Medicare vs. Medicaid

Medicare and Medicaid are both great programs to support individuals. The main difference between the two is this—Medicare is centered around healthcare support, Medicaid is focused on financial support.

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What is

Medicaid provides financial support for basic healthcare needs. Both are similar government-run support programs, but significantly differ in how they function, the people they serve, and the service they provide.

Medicaid is available to low-income individuals and families under age 65. Your status as “low-income” is determined by your Modified Adjusted Gross Income (MAGI). With Medicaid, you’ll receive little to no-cost health services such as dental care, screenings, prevention, autism support, and more.

Both Medicare and Medicaid, then, provide healthcare benefits. However, they do not offer the same benefits, and the eligibility criteria are different. Also, you have to pay for regular Medicare coverage—the point of Medicaid is to significantly reduce or eliminate these costs.

What is

Medicare is a government insurance program in place to support older and disabled individuals. It provides health insurance, including hospital and general medical coverage for things like therapies and other necessary items and services.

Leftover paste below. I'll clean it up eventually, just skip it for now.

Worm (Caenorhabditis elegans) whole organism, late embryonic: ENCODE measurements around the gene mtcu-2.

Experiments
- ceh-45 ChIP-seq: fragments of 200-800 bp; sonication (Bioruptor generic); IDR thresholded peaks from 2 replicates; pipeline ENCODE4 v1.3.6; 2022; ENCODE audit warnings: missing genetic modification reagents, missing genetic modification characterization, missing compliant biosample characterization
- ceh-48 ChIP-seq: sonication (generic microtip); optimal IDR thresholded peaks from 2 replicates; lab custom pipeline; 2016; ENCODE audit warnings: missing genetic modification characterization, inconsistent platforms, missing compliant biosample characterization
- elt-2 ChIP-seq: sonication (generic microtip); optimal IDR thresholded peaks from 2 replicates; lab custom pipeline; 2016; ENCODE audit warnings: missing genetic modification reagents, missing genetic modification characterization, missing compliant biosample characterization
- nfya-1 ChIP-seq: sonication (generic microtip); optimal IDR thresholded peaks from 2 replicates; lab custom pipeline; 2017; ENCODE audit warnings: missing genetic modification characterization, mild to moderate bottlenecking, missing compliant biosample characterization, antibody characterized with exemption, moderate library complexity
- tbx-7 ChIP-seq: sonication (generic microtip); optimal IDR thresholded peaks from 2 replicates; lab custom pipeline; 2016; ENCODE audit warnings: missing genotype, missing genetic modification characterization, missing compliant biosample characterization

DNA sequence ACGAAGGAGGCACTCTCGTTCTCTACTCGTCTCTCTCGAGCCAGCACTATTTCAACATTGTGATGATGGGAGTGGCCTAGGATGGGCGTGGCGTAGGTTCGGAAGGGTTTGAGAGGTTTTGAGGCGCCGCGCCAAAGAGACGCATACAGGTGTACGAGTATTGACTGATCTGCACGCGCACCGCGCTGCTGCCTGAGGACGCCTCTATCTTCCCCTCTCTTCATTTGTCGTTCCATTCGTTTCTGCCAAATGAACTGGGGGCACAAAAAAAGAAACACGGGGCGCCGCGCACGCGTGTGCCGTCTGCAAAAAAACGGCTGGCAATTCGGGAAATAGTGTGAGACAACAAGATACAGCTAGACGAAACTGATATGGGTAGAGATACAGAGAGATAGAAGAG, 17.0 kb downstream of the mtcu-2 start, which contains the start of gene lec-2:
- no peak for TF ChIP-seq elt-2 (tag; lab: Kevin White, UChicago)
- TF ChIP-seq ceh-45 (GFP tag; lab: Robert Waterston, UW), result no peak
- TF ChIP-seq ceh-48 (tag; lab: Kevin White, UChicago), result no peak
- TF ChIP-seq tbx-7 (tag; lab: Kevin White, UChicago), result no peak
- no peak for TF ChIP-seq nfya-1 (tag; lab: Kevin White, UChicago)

You’re eligible for Medicare when you turn 65 or after you have received Social Security disability payments for 24 months. When you’re enrolled, you will make monthly premium payments to keep your coverage, a yearly deductible to access your benefits, and various cost-sharing fees.

Medicare and Medicaid Together

It is possible, however, for low-income seniors or disabled individuals to have both Medicare and Medicaid at the same time. If you are eligible for Medicare, your Medicaid eligibility is no longer based on your MAGI, but rather your Social Security income (SSI).

With both programs, most if not all of your healthcare costs are covered. This includes Part D Extra Help or a Medicare Advantage (Part C) Dual-eligible Special Needs Plan (D-SNP). Otherwise, it will be called a Medicare-Medicaid plan.

With both plans active, Medicare pays its share of the cost of an item or service, then Medicaid. This means you will pay little to nothing out-of-pocket as well.

Medicaid also covers some benefits that Medicare alone does not, including nursing home care and personal care services. If you are close to Medicaid eligibility but are just outside of its eligibility range, some states let you “spend down” to get into the program.

We are Here for You—Call Today

Better Insurance Management knows how important it is for you to understand the coverage you will receive from both Medicare and Medicaid. Give us a call today and we’ll make sure you have an idea of their coverage and how you can be eligible for both!